HVAC Residential Market / Geothermal Heat Pumps / HVAC Commercial Market

Rebates are Nice, But Comfort is Crucial

August 29, 2011
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EnvisionFor many in the HVAC industry, this is not the first time they have been involved with renewable energy technologies like solar and geothermal systems. For those who worked in the 1970s and early 80s, there is an air of déjà vu. An important thing to bear in mind, say some, is the improvement in comfort in addition to cost.

 

Steve Howard, president of The ACT Group Inc., Phoenix, said he recently had thought about “the rebate-driven solar industry during the Carter administration. My crystal ball says long term, every industry must be able to prosper wholly within the boundaries of the free enterprise system.” He has seen what happens when rebates influence the market too heavily.

On the other hand, “We in the HVAC industry are very fortunate that the reason consumers buy our product is that they want to be comfortable,” he said. “Rebates for smart contractors are just frosting on the cake.

“Contractors who carry the right products and have customer-focused sales skills have been very successful in good economies and bad for the last years without subsidies, rebates, or government giveaways.”

Sales of renewable technologies are typically “all about ROI,” he said.

“But you don’t need ROI on a/c because you also have comfort. We don’t get the same pleasure out of the ROI as we do out of comfort, nor the peace of mind (sleeping better, healthier). They’re selling Btus and Watts; the consumers just care about which is the cheapest cost.” Comfort and peace of mind can tip the decision in the contractor’s favor.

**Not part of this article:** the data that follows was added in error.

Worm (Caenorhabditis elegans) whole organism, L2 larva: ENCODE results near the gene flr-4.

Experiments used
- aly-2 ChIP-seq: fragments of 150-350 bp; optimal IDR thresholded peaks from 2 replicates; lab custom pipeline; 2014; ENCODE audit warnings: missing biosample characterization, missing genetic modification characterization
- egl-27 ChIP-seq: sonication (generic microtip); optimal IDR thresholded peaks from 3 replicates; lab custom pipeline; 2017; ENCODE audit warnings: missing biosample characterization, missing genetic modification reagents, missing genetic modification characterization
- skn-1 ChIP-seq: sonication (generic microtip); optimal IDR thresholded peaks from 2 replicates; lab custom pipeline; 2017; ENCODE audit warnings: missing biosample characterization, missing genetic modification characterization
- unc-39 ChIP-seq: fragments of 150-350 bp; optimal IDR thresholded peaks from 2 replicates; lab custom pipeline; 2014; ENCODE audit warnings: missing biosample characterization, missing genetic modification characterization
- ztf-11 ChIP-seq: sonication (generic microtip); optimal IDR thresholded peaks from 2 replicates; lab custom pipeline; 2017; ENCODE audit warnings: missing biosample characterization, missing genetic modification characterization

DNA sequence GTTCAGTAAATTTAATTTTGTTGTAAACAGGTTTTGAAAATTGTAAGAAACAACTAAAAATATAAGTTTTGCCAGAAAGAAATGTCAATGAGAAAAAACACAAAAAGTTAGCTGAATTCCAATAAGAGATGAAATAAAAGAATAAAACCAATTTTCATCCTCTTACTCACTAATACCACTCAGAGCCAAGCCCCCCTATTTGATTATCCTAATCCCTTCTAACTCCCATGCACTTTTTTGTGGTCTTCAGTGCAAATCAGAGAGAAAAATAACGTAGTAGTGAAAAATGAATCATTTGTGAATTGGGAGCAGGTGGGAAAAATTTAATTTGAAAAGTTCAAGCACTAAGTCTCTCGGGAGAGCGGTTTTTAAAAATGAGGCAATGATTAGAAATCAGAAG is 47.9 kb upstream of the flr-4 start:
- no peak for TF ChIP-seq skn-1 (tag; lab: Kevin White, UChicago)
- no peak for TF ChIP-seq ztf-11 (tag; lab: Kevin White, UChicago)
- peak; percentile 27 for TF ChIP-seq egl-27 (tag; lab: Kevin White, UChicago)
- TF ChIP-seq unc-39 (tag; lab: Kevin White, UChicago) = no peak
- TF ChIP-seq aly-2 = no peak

Even with geothermal systems, “We’re not selling Btus, we’re selling comfort,” Howard said. “People are buying it for a totally different reason today.

“The gypsies sell rebates,” he added; “smart contractors sell comfort. Part of that is financial comfort, but it’s trumped by physical and emotional comfort. The wonderful thing is that working with builders, high efficiency is built into the home and 30-year mortgage — just another line item.”

More Competition

Tim Litton, WaterFurnace director of marketing, said that “in addition to technological advancements (variable-speed compressors, coax and loop research, communicating technology), there are a number of other important trends. Because of increasing interest levels in geothermal, there’s been increased competition in the industry. The number of brands available to consumers is much greater than it was 10 years ago.”

From contractor and consumer perspectives, “that’s great news,” he said. “Competition is a primary motivator for companies to provide better services and products to win market share ... we’re passionate about being the best company with which to do business on the contractor side, and about building a brand that homeowners connect with on the consumer side.”

At the policy level, “Most of the major manufacturers have demonstrated their commitment to the success of the industry by uniting behind the Geothermal Exchange Organization (GEO),” Litton said. “GEO was created to represent our interests on Capitol Hill, and to be an advocate for the industry. GEO members have all dedicated valuable resources to help further that cause for everyone, even nonmembers.”